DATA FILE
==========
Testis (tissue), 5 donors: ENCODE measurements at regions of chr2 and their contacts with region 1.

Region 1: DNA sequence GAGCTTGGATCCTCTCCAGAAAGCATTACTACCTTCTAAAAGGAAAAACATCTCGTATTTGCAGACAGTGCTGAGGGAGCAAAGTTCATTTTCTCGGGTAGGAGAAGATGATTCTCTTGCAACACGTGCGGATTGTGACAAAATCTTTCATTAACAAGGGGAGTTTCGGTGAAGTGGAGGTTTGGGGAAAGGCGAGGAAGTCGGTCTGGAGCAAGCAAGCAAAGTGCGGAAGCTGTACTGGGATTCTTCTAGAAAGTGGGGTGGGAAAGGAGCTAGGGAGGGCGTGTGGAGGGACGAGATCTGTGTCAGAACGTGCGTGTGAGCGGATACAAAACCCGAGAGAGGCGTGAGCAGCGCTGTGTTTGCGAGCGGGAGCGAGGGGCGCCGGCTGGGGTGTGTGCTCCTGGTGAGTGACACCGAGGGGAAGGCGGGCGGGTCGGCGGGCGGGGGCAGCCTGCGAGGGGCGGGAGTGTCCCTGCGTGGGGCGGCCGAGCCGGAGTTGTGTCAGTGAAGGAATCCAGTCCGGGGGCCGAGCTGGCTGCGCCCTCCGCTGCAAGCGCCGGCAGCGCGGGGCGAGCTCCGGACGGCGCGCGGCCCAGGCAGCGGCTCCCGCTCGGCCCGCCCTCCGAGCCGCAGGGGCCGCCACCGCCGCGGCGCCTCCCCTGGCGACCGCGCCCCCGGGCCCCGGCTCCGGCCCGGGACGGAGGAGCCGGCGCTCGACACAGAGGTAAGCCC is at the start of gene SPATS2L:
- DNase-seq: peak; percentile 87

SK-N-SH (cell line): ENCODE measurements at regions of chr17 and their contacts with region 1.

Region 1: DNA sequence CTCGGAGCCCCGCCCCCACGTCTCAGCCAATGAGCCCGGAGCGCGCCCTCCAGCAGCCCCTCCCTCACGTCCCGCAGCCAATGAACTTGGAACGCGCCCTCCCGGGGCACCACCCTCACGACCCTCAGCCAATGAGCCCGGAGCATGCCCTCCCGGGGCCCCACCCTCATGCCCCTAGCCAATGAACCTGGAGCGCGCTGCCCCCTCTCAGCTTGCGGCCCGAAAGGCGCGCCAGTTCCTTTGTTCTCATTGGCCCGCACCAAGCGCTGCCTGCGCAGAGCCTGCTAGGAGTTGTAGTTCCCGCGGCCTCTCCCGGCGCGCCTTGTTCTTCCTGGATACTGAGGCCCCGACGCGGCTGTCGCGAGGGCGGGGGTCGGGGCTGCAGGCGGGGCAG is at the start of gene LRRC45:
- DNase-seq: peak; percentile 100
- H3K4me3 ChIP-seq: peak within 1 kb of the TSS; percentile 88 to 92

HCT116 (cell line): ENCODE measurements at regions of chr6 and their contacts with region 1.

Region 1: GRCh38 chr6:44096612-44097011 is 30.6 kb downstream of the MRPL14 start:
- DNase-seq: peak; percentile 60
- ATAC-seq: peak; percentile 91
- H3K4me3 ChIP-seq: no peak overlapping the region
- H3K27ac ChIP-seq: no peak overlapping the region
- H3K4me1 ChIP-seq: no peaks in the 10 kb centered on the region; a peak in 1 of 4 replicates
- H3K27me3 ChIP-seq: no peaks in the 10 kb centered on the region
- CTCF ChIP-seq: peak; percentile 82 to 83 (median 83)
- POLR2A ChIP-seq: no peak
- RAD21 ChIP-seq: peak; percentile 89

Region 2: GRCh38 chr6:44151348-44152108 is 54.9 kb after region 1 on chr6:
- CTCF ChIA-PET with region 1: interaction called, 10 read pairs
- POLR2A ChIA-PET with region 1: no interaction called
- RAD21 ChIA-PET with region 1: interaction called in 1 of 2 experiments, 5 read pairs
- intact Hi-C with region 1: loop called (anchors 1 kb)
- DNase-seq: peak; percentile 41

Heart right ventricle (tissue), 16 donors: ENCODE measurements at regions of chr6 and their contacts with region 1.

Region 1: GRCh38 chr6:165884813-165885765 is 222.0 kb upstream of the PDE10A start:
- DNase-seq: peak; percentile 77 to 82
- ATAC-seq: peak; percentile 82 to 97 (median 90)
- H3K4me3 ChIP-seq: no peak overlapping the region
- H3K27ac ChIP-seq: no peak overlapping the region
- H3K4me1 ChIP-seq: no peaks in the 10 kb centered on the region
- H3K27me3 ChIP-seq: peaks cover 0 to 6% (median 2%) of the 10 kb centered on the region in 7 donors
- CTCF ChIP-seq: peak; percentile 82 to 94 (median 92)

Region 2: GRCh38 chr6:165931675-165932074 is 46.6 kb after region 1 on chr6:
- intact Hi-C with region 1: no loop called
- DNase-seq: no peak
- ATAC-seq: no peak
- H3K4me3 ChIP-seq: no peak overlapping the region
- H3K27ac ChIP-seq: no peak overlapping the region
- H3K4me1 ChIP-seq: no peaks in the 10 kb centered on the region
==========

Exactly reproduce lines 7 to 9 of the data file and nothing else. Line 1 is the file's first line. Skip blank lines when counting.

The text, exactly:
- H3K4me3 ChIP-seq: peak within 1 kb of the TSS; percentile 88 to 92

HCT116 (cell line): ENCODE measurements at regions of chr6 and their contacts with region 1.

Region 1: GRCh38 chr6:44096612-44097011 is 30.6 kb downstream of the MRPL14 start: